On September 9, a federal judge in San Francisco issued a ruling that may affect thousands of iSeries customers for years to come. In the ruling, U.S. District Court Judge Vaughn Walker declared that an acquisition of PeopleSoft by Oracle would not create an anticompetitive market for enterprise software. The ruling set aside the antitrust claims of the U.S. Department of Justice (DOJ) and cleared the way for Oracle to resume a hostile takeover attempt of its software rival. Whether the attempt is successful or not, it will foster further uncertainty and doubt among iSeries customers who use PeopleSoft's applications.
In a 164-page ruling, Walker said the DOJ had failed to prove that the enterprise software market is dominated by just three key players: Oracle, PeopleSoft, and SAP. This argument was the lynchpin of the DOJ case, which contended that an Oracle-PeopleSoft merger would reduce the market to two key players who could set prices at artificially high levels. Walker rejected this argument and endorsed Oracle's depiction of the market as a complex one populated by many vendors that offer viable alternatives to the Big Three. The judge also discounted the testimonies of customers who said they have no alternative but to buy from the dominant vendors. As he stated in his ruling, "The issue is not what solutions the customer would like or prefer.... The issue is what they could do in the event of an anticompetitive price increase by a post-merger Oracle. Although these witnesses speculated on that subject, their speculation was not backed up by serious analysis that they had themselves performed or evidence they presented."
The ink on Walker's ruling was barely dry before Oracle relaunched its takeover attempt. On the day of the ruling, the company asked PeopleSoft's board of directors for a meeting to discuss Oracle's $21 per share offer. The database vendor also appealed directly to PeopleSoft customers through an open letter from Oracle President Charles Phillips. In the letter, Phillips committed Oracle to "supporting and enhancing the existing PeopleSoft product line." He also stated that Oracle would "create an applications product suite that incorporates the best features of both companies' products." Clearly, Phillips was trying to make PeopleSoft users forget earlier statements by Oracle CEO Larry Ellison that the takeover attempt was all about acquiring new customers for his company's E-Business Suite.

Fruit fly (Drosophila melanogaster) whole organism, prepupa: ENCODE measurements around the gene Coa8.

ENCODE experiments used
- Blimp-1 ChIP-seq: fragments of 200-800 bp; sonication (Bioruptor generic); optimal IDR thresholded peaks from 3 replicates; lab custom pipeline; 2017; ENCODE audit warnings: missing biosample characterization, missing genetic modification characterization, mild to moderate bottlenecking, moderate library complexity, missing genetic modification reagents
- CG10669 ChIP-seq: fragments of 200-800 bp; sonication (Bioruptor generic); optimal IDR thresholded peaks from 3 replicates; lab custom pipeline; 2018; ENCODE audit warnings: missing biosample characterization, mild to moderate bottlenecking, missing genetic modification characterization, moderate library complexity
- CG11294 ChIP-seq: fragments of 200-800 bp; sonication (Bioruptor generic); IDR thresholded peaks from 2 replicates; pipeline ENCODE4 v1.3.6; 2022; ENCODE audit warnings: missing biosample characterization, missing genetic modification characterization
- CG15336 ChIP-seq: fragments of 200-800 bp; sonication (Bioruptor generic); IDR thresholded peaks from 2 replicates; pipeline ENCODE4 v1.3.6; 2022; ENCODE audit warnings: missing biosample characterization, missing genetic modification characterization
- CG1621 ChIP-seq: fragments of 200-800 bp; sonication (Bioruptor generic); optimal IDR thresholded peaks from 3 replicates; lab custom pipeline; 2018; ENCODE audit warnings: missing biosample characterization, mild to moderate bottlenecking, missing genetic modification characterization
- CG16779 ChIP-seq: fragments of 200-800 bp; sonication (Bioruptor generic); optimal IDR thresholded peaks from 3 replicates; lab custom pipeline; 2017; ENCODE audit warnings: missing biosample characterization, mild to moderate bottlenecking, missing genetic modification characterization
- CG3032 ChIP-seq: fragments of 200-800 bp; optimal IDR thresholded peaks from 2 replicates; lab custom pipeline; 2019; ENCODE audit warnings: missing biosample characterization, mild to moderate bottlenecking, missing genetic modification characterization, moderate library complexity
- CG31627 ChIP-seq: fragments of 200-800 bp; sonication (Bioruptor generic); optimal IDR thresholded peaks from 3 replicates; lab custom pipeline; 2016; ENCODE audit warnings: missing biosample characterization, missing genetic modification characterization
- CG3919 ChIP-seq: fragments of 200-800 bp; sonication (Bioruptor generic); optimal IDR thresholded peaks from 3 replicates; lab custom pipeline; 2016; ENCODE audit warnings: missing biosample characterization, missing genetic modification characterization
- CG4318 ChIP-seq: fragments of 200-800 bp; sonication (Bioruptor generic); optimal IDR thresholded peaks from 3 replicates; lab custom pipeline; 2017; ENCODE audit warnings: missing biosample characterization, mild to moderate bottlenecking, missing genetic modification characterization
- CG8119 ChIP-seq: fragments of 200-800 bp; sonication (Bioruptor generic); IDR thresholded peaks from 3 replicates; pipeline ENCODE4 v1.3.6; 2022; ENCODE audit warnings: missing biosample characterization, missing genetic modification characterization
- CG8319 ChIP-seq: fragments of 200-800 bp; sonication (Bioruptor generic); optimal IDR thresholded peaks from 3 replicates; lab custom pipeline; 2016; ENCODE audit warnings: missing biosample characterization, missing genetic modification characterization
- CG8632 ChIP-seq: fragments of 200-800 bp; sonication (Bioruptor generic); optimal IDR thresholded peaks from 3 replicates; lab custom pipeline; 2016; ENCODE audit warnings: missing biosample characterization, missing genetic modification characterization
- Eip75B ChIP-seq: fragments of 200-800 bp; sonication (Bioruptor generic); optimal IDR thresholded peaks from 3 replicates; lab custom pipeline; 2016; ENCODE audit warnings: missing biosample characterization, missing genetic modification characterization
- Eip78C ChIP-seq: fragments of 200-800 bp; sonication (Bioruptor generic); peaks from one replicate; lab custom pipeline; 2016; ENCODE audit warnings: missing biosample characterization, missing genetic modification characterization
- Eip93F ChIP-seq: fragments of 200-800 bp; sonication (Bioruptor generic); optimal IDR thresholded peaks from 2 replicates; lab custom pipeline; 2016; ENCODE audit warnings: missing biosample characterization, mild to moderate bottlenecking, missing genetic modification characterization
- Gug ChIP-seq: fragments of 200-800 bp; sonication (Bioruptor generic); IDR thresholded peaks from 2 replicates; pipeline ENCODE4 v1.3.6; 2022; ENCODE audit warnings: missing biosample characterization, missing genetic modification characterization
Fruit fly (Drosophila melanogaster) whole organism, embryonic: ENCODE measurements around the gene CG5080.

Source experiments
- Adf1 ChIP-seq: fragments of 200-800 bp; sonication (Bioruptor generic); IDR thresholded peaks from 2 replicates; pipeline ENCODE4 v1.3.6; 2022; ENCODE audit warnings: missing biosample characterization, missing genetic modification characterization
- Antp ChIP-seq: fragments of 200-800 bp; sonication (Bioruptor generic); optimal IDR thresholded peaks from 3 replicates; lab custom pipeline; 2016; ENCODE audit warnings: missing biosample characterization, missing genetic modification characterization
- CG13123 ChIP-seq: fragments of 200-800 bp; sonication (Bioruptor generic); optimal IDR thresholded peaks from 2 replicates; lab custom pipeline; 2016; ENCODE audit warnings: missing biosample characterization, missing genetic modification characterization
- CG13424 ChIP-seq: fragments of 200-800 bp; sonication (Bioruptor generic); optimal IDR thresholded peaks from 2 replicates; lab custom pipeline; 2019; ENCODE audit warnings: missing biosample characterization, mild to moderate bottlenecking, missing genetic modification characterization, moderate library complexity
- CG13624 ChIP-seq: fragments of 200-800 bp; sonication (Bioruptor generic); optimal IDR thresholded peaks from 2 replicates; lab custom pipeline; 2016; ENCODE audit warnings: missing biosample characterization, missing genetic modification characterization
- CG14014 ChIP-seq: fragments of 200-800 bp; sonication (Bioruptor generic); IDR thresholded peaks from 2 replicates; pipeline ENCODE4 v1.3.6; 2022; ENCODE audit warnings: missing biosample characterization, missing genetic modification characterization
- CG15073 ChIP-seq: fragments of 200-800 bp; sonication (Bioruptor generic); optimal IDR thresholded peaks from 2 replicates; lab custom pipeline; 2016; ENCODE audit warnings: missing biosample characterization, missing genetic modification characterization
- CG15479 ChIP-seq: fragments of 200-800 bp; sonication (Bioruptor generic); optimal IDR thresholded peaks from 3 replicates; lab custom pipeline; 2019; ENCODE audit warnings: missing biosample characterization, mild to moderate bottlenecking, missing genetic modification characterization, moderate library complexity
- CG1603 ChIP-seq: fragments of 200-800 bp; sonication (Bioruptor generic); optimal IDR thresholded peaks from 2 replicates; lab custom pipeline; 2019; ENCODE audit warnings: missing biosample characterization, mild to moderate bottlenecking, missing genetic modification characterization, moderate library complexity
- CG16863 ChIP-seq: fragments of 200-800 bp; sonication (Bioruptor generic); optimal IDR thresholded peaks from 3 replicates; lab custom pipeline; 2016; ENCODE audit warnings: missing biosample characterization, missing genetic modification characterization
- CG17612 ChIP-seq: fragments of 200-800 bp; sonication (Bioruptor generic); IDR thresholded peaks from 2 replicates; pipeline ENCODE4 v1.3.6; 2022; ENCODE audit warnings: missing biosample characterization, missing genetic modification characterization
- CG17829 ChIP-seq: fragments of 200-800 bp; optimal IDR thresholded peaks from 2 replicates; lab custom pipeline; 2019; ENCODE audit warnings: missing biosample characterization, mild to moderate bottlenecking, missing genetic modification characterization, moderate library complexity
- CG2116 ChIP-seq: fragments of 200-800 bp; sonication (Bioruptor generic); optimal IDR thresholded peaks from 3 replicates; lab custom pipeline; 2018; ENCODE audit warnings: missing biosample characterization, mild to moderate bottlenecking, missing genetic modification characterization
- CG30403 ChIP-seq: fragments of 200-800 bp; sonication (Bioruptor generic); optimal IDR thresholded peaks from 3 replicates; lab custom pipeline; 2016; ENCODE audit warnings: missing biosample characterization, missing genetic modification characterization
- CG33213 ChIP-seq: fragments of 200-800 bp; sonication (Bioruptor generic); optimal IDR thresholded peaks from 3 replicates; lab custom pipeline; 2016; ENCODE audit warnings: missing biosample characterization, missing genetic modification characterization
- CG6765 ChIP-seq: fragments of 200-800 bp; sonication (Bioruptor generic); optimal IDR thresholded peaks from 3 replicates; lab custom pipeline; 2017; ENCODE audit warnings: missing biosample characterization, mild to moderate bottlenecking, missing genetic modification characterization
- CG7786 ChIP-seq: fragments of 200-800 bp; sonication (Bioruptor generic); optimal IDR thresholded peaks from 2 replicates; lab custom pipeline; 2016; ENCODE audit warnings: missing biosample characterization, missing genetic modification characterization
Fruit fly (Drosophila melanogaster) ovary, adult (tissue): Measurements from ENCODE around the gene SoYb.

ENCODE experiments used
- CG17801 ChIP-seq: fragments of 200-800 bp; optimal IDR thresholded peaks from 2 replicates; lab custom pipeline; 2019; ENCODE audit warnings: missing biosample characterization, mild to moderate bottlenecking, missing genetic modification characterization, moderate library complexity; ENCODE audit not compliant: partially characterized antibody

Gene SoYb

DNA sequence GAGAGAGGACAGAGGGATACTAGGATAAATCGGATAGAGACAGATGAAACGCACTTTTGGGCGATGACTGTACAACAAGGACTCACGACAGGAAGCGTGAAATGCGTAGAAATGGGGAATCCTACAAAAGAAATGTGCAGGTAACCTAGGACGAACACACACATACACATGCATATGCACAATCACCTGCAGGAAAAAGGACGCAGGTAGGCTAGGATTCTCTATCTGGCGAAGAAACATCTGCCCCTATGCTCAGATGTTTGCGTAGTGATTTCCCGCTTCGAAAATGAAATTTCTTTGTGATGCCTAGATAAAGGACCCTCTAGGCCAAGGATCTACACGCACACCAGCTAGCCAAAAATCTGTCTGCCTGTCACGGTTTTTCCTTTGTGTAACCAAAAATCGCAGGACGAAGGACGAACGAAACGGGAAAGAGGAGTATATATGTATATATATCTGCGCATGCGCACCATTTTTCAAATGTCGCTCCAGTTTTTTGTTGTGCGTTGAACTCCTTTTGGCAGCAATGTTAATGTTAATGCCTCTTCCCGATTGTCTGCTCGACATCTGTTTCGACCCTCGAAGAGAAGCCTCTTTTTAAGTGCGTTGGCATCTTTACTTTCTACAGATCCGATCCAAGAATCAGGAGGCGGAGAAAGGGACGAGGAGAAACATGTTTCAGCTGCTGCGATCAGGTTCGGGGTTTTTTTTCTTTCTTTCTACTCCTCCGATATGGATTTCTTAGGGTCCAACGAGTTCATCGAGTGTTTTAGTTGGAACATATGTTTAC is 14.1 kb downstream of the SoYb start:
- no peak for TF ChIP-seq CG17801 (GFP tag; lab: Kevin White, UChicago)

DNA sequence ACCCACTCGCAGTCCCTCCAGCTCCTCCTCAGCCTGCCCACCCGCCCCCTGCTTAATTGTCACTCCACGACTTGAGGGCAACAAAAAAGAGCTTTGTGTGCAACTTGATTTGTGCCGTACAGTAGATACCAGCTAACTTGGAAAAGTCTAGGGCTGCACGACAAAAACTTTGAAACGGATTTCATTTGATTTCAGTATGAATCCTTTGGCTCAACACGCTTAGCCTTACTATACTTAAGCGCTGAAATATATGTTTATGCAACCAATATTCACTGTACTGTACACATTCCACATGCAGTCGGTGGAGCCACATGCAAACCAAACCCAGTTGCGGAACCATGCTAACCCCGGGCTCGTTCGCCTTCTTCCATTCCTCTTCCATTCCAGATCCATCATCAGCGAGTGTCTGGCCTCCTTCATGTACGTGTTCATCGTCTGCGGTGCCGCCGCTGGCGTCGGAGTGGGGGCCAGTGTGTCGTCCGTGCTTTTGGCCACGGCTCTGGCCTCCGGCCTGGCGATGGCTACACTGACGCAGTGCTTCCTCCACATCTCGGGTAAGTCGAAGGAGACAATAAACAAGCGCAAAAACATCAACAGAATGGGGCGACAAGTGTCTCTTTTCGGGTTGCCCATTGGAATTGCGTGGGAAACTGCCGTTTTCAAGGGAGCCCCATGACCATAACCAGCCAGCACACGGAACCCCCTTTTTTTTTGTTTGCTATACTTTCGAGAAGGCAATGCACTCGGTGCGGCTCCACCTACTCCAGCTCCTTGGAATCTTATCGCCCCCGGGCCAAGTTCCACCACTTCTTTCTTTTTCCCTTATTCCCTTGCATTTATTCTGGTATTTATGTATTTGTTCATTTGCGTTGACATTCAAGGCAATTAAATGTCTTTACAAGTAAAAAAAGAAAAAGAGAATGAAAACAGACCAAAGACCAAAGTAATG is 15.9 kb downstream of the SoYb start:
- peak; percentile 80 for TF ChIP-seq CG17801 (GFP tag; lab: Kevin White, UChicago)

What's Next for PeopleSoft?
- A potential DOJ appeal--On the day of the ruling, the DOJ voiced its disappointment in the decision and said it was considering an appeal. If it does appeal, legal proceedings could once again put Oracle's takeover attempt on hold.
- An antitrust review by the European Commission--The EC has not decided whether it will oppose an Oracle takeover, though it did issue a statement of its objections to the merger back in March. The Commission is delaying its decision until Oracle sends it all of the documents that it requested several months ago.
- PeopleSoft's poison pill--Should these legal defenses fail, PeopleSoft could use its poison pill provision to flood the stock market with additional shares, thereby raising the cost of acquiring the company to unaffordable levels. Oracle has filed a suit against PeopleSoft to force it to drop the provision; that trial will begin later this month.
- PeopleSoft's shareholders--If Oracle manages to leap these hurdles, it will still need to get a majority of PeopleSoft's stockholders to tender their shares. Then again, there is a possibility that PeopleSoft's largest institutional shareholders will encourage PeopleSoft to drop its poison pill defense and consider Oracle's offer. If several of the largest shareholders take this position, PeopleSoft's board of directors could find it difficult to maintain its opposition.
Rumors have also been swirling that PeopleSoft may invite other companies to make "white knight" bids that top Oracle's offer. Even if PeopleSoft does invite such bids, I doubt that any vendor will respond with one. The companies that could afford a PeopleSoft acquisition--vendors such as IBM, Microsoft, and Hewlett-Packard--all benefit heavily from their partnerships with PeopleSoft rival SAP. As such, acquiring PeopleSoft would put them in direct competition with a key partner. This means that PeopleSoft's only refuge might be SAP itself, and that combination would face antitrust scrutiny as intense as that facing the Oracle bid.
In short, there are many rounds remaining in the slugfest between Oracle and PeopleSoft. It is not yet clear which of the contenders will be standing when the fight is over. However, the latest developments in this battle do make two things clear. First, enterprise software providers such as SAP, Lawson, SSA Global, and Geac will continue to benefit from the uncertainty over PeopleSoft's future as software buyers look to other firms for solutions. Second, Judge Walker's ruling has given software industry executives a green light to pursue mergers that they may have previously avoided because of antitrust concerns. Ironically, this means that many of the vendors that customers are considering instead of PeopleSoft today may become acquisition targets tomorrow. That should make every company think twice before assuming that any vendor is a safe harbor from the consolidation wave that is washing over the software market.